Let Black-Eyed Peas Bring a Bit of Fortune to You in 2015

Black-Eyed PeasMany people turn up their noses at black-eyed peas, but I am not one of them.  If properly cooked, they add a different and unusual taste to your traditional flavor profile.  While I don’t eat them regularly, I always eat them on January 1, because the tradition goes that it will bring you good fortune.   Sheila has been force-feeding me these legumes since we got married and I can say with some degree of certainty that I have been blessed with having Nurse Ratched’s clone in my life for more than 40 years.

Now many people think that eating black-eyed peas on New Year’s Day is a southern tradition, but according to the New York Times, this is a tradition that has deep roots in the Middle East.   So, start soaking those peas tonight and look forward to a most prosperous 2015.

For good fortune in the New Year, a plate of black-eyed peas is considered auspicious, especially in the American South. Believe it or don’t. For many, consuming this frugal dish on the first day of the year is said to augur wealth.

Of course, there’s a back story.

Sephardic Jews were evidently eating black-eyed peas for good luck on Rosh Hashana centuries ago, and the custom eventually traveled with them to America. (We think of beans as purely New World, along with tomatoes, chiles and potatoes, but legumes like field peas, chickpeas and lentils have been Old World staples since biblical times.)

Black-eyed peas also arrived in Florida and the Caribbean, carried by African slaves. Just as African seasoning influenced Creole cooking, so black-eyed peas became part of the wider culture.

More Ramps: Ramps with Poached Eggs

bon appetit poached eggsThey say that getting to like ramps is an acquired taste, but for me it was love at first smell. Short of a nice cup of coffee, there is nothing better than the smell or ramps gently sautéing in butter in the kitchen. This delightful recipe for Ramps and Poached Eggs served over toast comes from a recent Bon Appétit.   The recipe is quoted in its entirety below, but just follow the hyperlinks and you can see how they do it on an embedded video:

Poached Eggs on Toast with Ramps


  • 1 pound ramps
  • ¼ cup (½ stick) unsalted butter
  • Kosher salt and freshly ground black pepper
  • 1 tablespoon distilled white vinegar
  • 4 large eggs
  • 4 slices ½”-thick country-style bread
  • 2 tablespoons olive oil, plus more for drizzling
  • 4 oz. fresh goat cheese, room temperature
  • Flaky sea salt (such as Maldon)


  1. Cut dark-green leaves from ramps and slice crosswise 1” thick; slice bulbs and red stems crosswise ¼” thick.
  2. Heat butter in a medium skillet over medium heat. Add bulbs and stems, season with salt and pepper, and cook, stirring often, until beginning to soften, 5–8 minutes. Add tops and cook, stirring often, until soft, about 3 minutes.
  3. Meanwhile, bring 2” water to a boil in a large saucepan; reduce heat so water is at a gentle simmer and add vinegar. Crack an egg into a small bowl, then gently slide egg into water. Repeat with remaining eggs, waiting until whites of eggs in water are opaque before adding the next egg (about 30 seconds apart). Poach until whites are set but yolks are still runny, about 3 minutes. Using a slotted spoon, transfer eggs to paper towels as they are done.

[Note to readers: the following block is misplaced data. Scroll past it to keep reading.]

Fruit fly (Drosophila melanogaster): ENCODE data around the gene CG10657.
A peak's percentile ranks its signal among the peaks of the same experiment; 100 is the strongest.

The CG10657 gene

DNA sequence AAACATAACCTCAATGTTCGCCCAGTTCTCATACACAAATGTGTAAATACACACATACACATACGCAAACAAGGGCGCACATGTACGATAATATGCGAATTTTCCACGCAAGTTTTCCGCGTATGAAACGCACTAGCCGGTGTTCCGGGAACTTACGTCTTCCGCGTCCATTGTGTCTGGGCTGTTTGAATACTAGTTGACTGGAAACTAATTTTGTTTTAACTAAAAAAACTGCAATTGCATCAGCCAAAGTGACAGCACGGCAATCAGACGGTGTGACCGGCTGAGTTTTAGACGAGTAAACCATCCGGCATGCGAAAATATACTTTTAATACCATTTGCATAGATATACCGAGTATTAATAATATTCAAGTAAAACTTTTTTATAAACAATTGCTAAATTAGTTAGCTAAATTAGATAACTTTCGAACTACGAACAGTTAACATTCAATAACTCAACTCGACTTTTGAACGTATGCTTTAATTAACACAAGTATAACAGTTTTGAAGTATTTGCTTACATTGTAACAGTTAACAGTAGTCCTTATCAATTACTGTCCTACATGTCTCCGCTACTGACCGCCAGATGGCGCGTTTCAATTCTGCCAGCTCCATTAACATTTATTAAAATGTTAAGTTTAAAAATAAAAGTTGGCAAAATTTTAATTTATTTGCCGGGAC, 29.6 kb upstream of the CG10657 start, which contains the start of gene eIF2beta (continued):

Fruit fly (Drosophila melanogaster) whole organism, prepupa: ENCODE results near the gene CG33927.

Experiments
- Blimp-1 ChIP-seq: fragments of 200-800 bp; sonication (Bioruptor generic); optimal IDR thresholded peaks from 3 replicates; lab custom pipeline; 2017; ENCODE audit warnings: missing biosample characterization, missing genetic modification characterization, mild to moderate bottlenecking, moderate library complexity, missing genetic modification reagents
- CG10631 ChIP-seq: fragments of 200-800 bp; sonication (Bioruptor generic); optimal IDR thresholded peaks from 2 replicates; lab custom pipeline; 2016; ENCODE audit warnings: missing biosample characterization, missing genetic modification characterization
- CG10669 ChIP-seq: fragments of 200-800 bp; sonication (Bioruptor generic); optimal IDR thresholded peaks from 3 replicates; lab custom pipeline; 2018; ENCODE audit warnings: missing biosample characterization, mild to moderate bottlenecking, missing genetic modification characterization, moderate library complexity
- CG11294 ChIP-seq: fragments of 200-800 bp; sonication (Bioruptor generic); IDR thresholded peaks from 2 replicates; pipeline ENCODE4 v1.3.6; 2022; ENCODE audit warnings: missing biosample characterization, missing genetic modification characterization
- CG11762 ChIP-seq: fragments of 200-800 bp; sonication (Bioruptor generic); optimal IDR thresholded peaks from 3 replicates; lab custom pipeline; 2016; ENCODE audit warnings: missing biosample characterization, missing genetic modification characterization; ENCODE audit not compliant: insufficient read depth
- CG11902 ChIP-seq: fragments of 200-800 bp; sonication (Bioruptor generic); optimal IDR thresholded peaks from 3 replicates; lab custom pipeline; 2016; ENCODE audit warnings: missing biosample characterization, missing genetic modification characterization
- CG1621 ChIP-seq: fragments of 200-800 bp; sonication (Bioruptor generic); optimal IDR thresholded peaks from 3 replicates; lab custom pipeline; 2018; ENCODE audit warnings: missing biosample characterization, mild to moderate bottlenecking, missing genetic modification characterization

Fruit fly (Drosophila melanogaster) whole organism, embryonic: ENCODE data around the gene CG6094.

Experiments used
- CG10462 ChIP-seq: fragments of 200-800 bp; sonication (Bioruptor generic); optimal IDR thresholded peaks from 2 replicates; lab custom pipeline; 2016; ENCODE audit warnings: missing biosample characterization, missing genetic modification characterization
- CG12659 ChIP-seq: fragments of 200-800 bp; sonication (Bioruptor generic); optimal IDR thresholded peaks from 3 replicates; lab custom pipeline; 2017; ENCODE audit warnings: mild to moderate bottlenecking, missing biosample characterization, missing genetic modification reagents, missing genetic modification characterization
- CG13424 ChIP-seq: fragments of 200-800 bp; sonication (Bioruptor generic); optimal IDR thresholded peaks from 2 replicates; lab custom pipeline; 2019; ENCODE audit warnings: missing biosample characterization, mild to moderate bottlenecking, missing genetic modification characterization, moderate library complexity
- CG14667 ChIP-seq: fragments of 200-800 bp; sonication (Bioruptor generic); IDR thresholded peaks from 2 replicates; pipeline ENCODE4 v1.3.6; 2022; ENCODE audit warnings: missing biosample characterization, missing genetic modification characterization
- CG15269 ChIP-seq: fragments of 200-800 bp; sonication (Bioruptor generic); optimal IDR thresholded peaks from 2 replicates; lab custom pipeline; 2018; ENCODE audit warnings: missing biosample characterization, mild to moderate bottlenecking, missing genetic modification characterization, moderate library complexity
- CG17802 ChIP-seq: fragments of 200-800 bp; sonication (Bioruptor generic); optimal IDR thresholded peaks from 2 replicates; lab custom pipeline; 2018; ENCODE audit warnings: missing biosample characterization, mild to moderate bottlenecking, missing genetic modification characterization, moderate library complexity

4. Toast bread, brush with 2 Tbsp. oil, and season with kosher salt. Spread toasts with goat cheese and top with ramps and eggs. Drizzle with more oil and season with sea salt and pepper.

Editor’s Note:  If you have issues with goat cheese, you can substitute it with something more to your liking, however, the goat cheese is a nice counter-balance to the ramps.  Also, we generally use Ezekiel bread which is lower in carbs and can generally be found in the frozen goods section at most Whole Foods.

Ramps and Gruyere Omelette

rampsI know for sure that Spring has arrived when I am served an omelette with ramps (wild baby leeks) and Gruyere cheese for breakfast.    Now, I have eaten hundreds of omelettes, but springtime ramps make all the difference in the world.  For those unfamiliar with ramps, they grow along the Atlantic seaboard from April through May.  

Generally hand-picked, ramps can generally be purchased in most specialty/organic groceries in the early part of Spring. They have a distinctive taste that is somewhat of a cross between a new onion and a mild garlic.  Found below is a rather ancient recipe from the New York Times for a ramps and Gruyère omelette.

Ramps and Gruyère Omelette

Ingredients (Serves 2)

  • 4 large eggs
  • salt and pepper to taste
  • 2 Tbs of butter
  • 1/2 cup of chopped ramps
  • 1 ounce Gruyère, grated


  • Crack the eggs into a bowl, season with salt and pepper and beat lightly with a fork
  • Heat an omelette pan over medium heat and add the butter.
  • When the butter begins to sizzle add the chopped ramps and cook for 30 seconds or so until softened.
  • Pour the eggs into the pan and gently incorporate the ramps
  • As the eggs begin to set, tilt the pan and and lift the edges of the omelette to allow any of the uncooked egg to settle to the bottom of the pan.
  • Cook for another minute or so and sprinkle the grated Gruyère over the omelette
  • With a spatula, fold the omelette into thirds and tip the omelette onto a platter seam-side down
  • Serve immediately

Great way to kick off spring with this delicious omelette